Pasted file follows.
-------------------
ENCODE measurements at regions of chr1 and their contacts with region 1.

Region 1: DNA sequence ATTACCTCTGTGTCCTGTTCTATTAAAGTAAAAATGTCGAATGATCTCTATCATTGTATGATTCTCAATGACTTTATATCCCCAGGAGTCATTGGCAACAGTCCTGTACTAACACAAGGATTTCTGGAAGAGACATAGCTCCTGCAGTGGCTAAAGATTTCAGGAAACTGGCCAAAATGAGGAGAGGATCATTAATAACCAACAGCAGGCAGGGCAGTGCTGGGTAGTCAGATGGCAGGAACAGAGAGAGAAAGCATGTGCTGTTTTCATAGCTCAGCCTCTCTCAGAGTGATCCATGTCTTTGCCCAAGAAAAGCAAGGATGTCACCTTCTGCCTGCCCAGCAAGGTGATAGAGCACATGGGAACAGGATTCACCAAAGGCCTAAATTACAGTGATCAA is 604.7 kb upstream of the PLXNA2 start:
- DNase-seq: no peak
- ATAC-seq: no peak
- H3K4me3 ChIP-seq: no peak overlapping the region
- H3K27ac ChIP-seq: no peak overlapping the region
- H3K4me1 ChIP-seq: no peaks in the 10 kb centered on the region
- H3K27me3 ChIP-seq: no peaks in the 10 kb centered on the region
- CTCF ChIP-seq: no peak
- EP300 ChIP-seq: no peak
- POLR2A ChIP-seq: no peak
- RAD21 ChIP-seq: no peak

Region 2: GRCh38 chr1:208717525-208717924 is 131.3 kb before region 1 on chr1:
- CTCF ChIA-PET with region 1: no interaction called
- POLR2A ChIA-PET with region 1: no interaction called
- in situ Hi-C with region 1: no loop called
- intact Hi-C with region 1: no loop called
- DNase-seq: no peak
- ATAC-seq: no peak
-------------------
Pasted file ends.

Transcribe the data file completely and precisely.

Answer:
ENCODE measurements at regions of chr1 and their contacts with region 1.

Region 1: DNA sequence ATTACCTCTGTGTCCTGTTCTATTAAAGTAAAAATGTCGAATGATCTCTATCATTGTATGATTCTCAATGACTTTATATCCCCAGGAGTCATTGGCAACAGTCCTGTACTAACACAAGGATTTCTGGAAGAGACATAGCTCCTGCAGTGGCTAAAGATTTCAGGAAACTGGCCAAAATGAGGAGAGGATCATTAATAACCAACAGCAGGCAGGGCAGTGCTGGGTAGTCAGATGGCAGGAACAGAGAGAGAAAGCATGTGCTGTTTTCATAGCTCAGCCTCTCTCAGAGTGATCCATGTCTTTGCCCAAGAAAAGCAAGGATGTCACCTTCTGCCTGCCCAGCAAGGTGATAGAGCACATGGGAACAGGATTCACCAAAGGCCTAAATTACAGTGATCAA is 604.7 kb upstream of the PLXNA2 start:
- DNase-seq: no peak
- ATAC-seq: no peak
- H3K4me3 ChIP-seq: no peak overlapping the region
- H3K27ac ChIP-seq: no peak overlapping the region
- H3K4me1 ChIP-seq: no peaks in the 10 kb centered on the region
- H3K27me3 ChIP-seq: no peaks in the 10 kb centered on the region
- CTCF ChIP-seq: no peak
- EP300 ChIP-seq: no peak
- POLR2A ChIP-seq: no peak
- RAD21 ChIP-seq: no peak

Region 2: GRCh38 chr1:208717525-208717924 is 131.3 kb before region 1 on chr1:
- CTCF ChIA-PET with region 1: no interaction called
- POLR2A ChIA-PET with region 1: no interaction called
- in situ Hi-C with region 1: no loop called
- intact Hi-C with region 1: no loop called
- DNase-seq: no peak
- ATAC-seq: no peak